Another reason I was particularly angry when I was diagnosed with dermatomyositis was that this was my second, exceptionally rare life-threatening disease and I wasn’t even 40. I’d been diagnosed with hydrocephalus when I was 25, which may have been caused by a very difficult birth and I’d had brain surgery to insert a VP shunt. I’d lost a couple of years recovering from that at a point in my life when i was supposed to be fun…not thinking about dying.

However, my neurologist has always been equally supportive. I wasn’t alone.

Newton Family & bilbo

A family photo with Bilbo as a pup Mother’s Day, 2007.

Speaking about not being alone, my family has been incredible. Not always perfect or handled things the way I would or would have liked but they’ve stood by me. My mother has put in an incredible effort with helping with our kids, supported by my Dad and brother as has Geoff’s sister and her husband. Friends have helped with minding the kids, lifts, talking them through some difficult moods and providing meals and encouragement. Churches have prayed for us and simply cared. We had support of Muscular Dystrophy NSW and the Myositis Association as well as local support agencies. Scouts has provided the kids with a space that’s fun and physically challenging away from the stress at home and this extra layer of community support and love is helping them to overcome adversity and feel strong in themselves. That they can stand on their own two feet. That they’ll be okay.

I consciously give thanks for each and every extra year I have because I already feel like I’ve exceeded my quota and that I’m well into extra time. Moreover, I’m doing pretty well at the moment.

Family shadow Byron Lighthouse Easter 2014

Our Family 2014- Byron Bay Lighthouse, Australia. The shadow is omnipresent but the darker the shadow, the brighter the light.

Just the fact that I’m still breathing is such a reason to give thanks but I’m not just breathing. I’m able to bring up my children. Be a wife to my husband, even if I am a liability. I can be a daughter to my parents and a somewhat active member of our local community…especially through photographing events. I also have what has become a very rare gift…time. I have always been very career focused and I haven’t been able to work since I had chemo 2 years ago. That would have destroyed the old me but now, in addition to my family, I have my blog, my writing, photography and so much more. All of this being very much proof that even when your world totally blows up and you feel totally decimated, you can salvage good things from the ashes and have so much to give thanks for.

So, even though I still live with dermatomyositis and am down to 59% lung capacity and live with incredibly uncertainty, I am still here.

The reason I am still here is due to medical research, science and my doctors. That even though there isn’t a cure for dermatomyositis, there is TREATMENT. Not just something that will give me an extra few months, and really little more than a delaying tactic…a matter of buying a little more, very precious time. I’ve been living with this for 9 years.

So while I am being thankful for the medical research which has kept me alive, I’d also ask you to think about those who currently don’t have effective treatment options and where funding for medical research is so desperately needed.

A friend of mine was diagnosed with Motor Neurone Disease a few years ago and was given 2-3 years to live and thank goodness is still with us. How I long to give her that magic pill which would instantly make for better, or at least, stop that disease in its tracks. The same with Muscular Dystrophy. These disease are both savage and while there have been improvements, so much more needs to be done and these diseases are so debilitating. Muscular Dystrophy also affects young people. They are the most courageous, inspirational young people I know but they are still young and treatment would make such a difference both for them and their families.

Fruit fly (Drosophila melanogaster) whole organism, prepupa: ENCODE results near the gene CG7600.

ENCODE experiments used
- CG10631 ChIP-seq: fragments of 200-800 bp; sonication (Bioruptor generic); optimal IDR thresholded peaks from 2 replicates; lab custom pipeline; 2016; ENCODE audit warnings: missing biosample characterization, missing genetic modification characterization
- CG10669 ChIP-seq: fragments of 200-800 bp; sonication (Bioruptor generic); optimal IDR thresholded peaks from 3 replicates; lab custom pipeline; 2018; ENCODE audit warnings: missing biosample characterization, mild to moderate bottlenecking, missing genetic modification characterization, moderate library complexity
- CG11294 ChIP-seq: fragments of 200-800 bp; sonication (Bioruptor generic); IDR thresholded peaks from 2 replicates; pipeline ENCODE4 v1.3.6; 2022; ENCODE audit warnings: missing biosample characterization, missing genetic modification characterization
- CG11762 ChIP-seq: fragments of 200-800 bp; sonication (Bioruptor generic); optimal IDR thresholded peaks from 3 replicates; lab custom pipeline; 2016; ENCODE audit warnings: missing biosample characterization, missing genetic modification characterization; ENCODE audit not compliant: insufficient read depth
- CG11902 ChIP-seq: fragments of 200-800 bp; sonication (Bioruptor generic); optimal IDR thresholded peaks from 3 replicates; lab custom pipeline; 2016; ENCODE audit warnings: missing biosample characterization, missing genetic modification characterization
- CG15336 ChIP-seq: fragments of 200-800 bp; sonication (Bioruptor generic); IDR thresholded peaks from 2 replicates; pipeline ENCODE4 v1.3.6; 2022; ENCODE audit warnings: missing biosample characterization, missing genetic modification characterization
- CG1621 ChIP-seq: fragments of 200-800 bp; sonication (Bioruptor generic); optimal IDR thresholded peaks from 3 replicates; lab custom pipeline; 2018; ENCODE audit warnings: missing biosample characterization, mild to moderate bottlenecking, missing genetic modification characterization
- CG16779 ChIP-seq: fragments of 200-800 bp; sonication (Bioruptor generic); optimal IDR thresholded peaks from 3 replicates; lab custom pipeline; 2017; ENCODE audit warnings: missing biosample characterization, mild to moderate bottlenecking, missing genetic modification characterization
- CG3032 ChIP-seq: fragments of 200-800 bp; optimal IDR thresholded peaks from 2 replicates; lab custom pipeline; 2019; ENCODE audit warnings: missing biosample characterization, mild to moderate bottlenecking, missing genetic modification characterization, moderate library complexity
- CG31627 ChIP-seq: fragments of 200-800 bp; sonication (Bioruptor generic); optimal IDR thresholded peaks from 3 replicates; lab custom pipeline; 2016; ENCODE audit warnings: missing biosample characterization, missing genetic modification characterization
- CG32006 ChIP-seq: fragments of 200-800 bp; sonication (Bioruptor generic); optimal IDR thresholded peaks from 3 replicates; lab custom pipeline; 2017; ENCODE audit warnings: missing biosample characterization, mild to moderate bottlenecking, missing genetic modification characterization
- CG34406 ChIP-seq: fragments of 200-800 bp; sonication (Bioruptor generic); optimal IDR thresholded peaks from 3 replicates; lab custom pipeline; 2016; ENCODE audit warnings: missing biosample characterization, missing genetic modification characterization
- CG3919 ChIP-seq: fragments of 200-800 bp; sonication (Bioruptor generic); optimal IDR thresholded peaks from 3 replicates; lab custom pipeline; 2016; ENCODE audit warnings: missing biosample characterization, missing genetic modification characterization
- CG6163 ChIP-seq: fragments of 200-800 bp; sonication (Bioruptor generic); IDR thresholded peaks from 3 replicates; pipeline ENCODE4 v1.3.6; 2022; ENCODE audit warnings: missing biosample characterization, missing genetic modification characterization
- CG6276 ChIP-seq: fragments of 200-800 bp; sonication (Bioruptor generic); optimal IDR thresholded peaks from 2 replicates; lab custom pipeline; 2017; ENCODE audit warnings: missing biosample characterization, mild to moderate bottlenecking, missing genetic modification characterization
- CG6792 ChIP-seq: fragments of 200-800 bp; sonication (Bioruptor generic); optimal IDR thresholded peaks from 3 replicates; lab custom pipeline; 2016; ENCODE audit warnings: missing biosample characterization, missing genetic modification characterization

Heart Hands red heart

My son blew me away when he made a heart with his hands. His hands and arms were caked in green paint and I doctored the photo to produce this.

Another point of gratitude, last but not least, I am grateful for God’s guiding hand through all of this. My relationship with God hasn’t been easy through all of this. I have all the questions so many people also going through adversity have asked: “Why me?”, “Why does a loving God allow or perhaps even caused such suffering?”, “Why doesn’t he just pick us up and out of the road of disaster?” These questions are not easy to answer and I don’t believe there is one size fits all solution either. That God speaks to each of us differently, personally in a voice and message we can understand. I remember waking up one morning in hospital feeling so betrayed by God…absolutely rejected. It was like God focused all his wrath on little old me and pointed the almighty finger and ZAP…I was fried. However, it was a bit freaky for in the midst of my tirade with God, I heard this voice: “If it’s good enough for me, it’s good enough for you!”.

At least, I wasn’t being crucified. Things were looking up!

I’ve heard people with disabilties of chronic health issues say that they wouldn’t change their situation. That it’s part of who they are. However, I would do anything to get rid of the dermatomyositis and live without it’s omnipresent shadow.

In the meantime, I am grateful for all the love, encouragement and support I’ve had along the road. Thank you from the bottom of my heart.

Love & best wishes,

Rowena

 

 

 

 

Iced Coffee + Heat Wave …Weekend Coffee Share.

If we were having coffee today, you’d be asking for extra ice with your iced coffee or tea. You’d even thank me for pouring ice down your back or offering an ice-filled bath!

Indeed, temperatures shot up to 43° C or 109.4° F and it was so hot, that my eyes actually burned. Desperately seeking relief, I evacuated to an air-conditioned oasis…printing photos out at K-mart. It was my husband’s birthday and due to the heat, I put off making a cake and we went out for dinner to an air-conditioned venue. While we have air-conditioning at home, we don’t like the financial aftershock. Much better to use someone else’s!